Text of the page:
Texas Gov. Greg Abbott also sent his prayers to the first couple, writing, "May God’s healing powers touch them, strengthen them, and raise them up."
Major media across the globe also played up the announcement, with bulletins crawling across TV screens in Seoul, Tokyo, Taipei and Beijing.
China’s official Xinhua News Agency flashed the news, and an anchor on state broadcaster CCTV announced it; there was no immediate comment from the government Friday, the second day of an eight-day national holiday.
The positive test result for Trump and his wife was the most searched topic in China — after news about the holiday — on the widely used social media app Weibo a few hours after the announcement, with most comments mocking or critical.
One user darkly joked that Trump had finally tweeted something positive.
The Chinese government has bristled at Trump’s attempts to blame China, where the disease emerged, for the pandemic and called for global cooperation in fighting it, a message that has resonated with the public.
Hu Xijin, the outspoken editor of the state-owned Global Times newspaper, tweeted in English that “President Trump and the first lady have paid the price for his gamble to play down the COVID-19.”
Multiple Arab news media outlets on Friday continuously broadcast footage of Trump and his wife after the virus announcement.
Al-Arabiya, a Saudi-owned satellite channel based in Dubai, cut to a long live shot of the White House. Qatari state-owned Al Jazeera channel brought in four commentators to discuss the “prevailing state of uncertainty” in the United States, questioning whether Trump could effectively steer a reelection campaign and run the country from quarantine.
Iranian state television announced Trump had the virus, an anchor breaking the news with an unflattering image of the U.S. president surrounded by what appeared to be giant coronaviruses. U.S.-Iran ties have suffered since Trump unilaterally withdrew the United States from Tehran’s nuclear deal with world powers and reimposed crushing sanctions.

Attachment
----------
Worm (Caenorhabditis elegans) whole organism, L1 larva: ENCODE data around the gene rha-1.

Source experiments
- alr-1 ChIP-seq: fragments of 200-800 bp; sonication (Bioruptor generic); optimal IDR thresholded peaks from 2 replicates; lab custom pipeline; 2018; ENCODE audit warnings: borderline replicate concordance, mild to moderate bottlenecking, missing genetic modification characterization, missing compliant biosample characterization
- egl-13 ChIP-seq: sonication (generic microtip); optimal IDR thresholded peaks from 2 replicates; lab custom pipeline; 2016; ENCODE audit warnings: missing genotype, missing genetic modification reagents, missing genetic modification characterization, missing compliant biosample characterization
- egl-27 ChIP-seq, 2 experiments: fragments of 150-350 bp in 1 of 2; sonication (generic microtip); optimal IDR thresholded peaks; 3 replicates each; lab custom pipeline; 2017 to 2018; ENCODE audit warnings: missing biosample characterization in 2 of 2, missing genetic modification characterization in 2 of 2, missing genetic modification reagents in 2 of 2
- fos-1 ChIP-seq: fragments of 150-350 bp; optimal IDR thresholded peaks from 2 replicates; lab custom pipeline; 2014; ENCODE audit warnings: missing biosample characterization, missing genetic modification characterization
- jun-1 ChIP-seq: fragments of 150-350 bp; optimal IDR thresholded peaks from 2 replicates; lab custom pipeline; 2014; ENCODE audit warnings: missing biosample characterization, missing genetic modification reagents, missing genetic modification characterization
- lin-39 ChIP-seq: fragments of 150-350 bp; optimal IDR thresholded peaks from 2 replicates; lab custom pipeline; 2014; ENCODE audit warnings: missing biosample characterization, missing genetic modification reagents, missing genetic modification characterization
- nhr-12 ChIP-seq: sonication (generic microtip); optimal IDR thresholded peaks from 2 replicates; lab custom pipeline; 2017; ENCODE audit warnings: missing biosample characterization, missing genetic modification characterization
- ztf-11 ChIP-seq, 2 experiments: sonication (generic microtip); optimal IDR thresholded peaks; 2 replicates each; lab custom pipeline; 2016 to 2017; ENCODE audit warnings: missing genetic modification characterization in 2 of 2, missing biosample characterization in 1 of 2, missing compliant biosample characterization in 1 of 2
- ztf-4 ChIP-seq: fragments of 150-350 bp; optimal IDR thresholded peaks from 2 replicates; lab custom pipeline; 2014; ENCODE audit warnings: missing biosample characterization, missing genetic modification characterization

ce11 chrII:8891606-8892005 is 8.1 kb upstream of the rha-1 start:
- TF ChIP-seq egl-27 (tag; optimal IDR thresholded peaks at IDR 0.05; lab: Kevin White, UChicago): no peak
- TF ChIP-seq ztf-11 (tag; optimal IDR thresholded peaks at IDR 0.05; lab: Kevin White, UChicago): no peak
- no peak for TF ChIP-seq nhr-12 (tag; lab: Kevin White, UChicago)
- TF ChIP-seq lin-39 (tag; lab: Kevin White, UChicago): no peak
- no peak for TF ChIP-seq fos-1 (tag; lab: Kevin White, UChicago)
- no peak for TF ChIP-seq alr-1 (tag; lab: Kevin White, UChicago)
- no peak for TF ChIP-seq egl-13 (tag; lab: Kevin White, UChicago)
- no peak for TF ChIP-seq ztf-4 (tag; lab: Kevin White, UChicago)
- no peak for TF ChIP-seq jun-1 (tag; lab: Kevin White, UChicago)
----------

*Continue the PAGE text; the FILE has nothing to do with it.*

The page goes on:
Social media platforms were ablaze with quick reaction.
Would Trump blame the Chinese? Would he thumb his nose at his critics and enemies by breezing through the quarantine without serious symptoms, tweeting away from the White House? Would he become gravely ill, or worse, and, if he did, what would that mean for the U.S. election, one of the most contentious in recent history?
While the uncertainty seemed palpable on a scroll through various nations' social media, many of the comments seemed to revel in the announcement.
“Here comes a chance for him to actually try out his idea of injecting disinfectant into himself and fighting back (against allegations that) it was fake news!” tweeted Hiroyuki Nishimura, a Japanese internet entrepreneur, referring to an idea Trump floated earlier this year for treatment.
Keio University economics professor Masaru Kaneko tweeted that populist leaders, like the U.K.'s Johnson and Brazilian President Jair Bolsonaro, "got infected because they tended not to take the coronavirus seriously. The two other leaders seriously tackled (the virus) after they get infected themselves. Will the United States follow their examples?”
And the satirical Australian news site, the Betoota Advocate, posted a story with this headline: "Trump Family Records More Cases Of Community Transmission Than Entire State Of Queensland."
Associated Press writers Nassser Karimi in Tehran, Iran, Ashok Sharma in New Delhi, Ken Moritsugu in Beijing, Rod McGuirk in Canberra, Australia, Mari Yamaguchi and Elaine Kurtenbach in Tokyo, contributed to this report.